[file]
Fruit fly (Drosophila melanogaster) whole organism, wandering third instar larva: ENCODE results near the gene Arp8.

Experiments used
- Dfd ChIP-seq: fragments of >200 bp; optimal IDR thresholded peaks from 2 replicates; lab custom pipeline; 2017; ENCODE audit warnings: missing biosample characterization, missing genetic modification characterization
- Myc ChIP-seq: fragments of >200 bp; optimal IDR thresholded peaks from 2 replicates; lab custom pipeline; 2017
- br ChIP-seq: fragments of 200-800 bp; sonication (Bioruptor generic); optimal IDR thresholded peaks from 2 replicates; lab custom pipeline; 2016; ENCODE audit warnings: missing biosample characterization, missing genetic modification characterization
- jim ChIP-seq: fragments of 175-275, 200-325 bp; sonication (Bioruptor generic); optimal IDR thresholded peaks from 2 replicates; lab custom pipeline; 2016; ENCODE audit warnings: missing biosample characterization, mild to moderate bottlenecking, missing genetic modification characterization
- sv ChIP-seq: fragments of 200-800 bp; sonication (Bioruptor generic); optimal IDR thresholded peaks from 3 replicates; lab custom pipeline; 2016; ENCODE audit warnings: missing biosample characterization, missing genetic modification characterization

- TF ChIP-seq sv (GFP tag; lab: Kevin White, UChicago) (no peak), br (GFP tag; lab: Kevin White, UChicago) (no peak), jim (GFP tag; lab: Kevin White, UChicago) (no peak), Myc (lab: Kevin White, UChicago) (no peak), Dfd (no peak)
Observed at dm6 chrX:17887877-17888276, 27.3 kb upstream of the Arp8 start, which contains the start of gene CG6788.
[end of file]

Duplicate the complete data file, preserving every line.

Fruit fly (Drosophila melanogaster) whole organism, wandering third instar larva: ENCODE results near the gene Arp8.

Experiments used
- Dfd ChIP-seq: fragments of >200 bp; optimal IDR thresholded peaks from 2 replicates; lab custom pipeline; 2017; ENCODE audit warnings: missing biosample characterization, missing genetic modification characterization
- Myc ChIP-seq: fragments of >200 bp; optimal IDR thresholded peaks from 2 replicates; lab custom pipeline; 2017
- br ChIP-seq: fragments of 200-800 bp; sonication (Bioruptor generic); optimal IDR thresholded peaks from 2 replicates; lab custom pipeline; 2016; ENCODE audit warnings: missing biosample characterization, missing genetic modification characterization
- jim ChIP-seq: fragments of 175-275, 200-325 bp; sonication (Bioruptor generic); optimal IDR thresholded peaks from 2 replicates; lab custom pipeline; 2016; ENCODE audit warnings: missing biosample characterization, mild to moderate bottlenecking, missing genetic modification characterization
- sv ChIP-seq: fragments of 200-800 bp; sonication (Bioruptor generic); optimal IDR thresholded peaks from 3 replicates; lab custom pipeline; 2016; ENCODE audit warnings: missing biosample characterization, missing genetic modification characterization

- TF ChIP-seq sv (GFP tag; lab: Kevin White, UChicago) (no peak), br (GFP tag; lab: Kevin White, UChicago) (no peak), jim (GFP tag; lab: Kevin White, UChicago) (no peak), Myc (lab: Kevin White, UChicago) (no peak), Dfd (no peak)
Observed at dm6 chrX:17887877-17888276, 27.3 kb upstream of the Arp8 start, which contains the start of gene CG6788.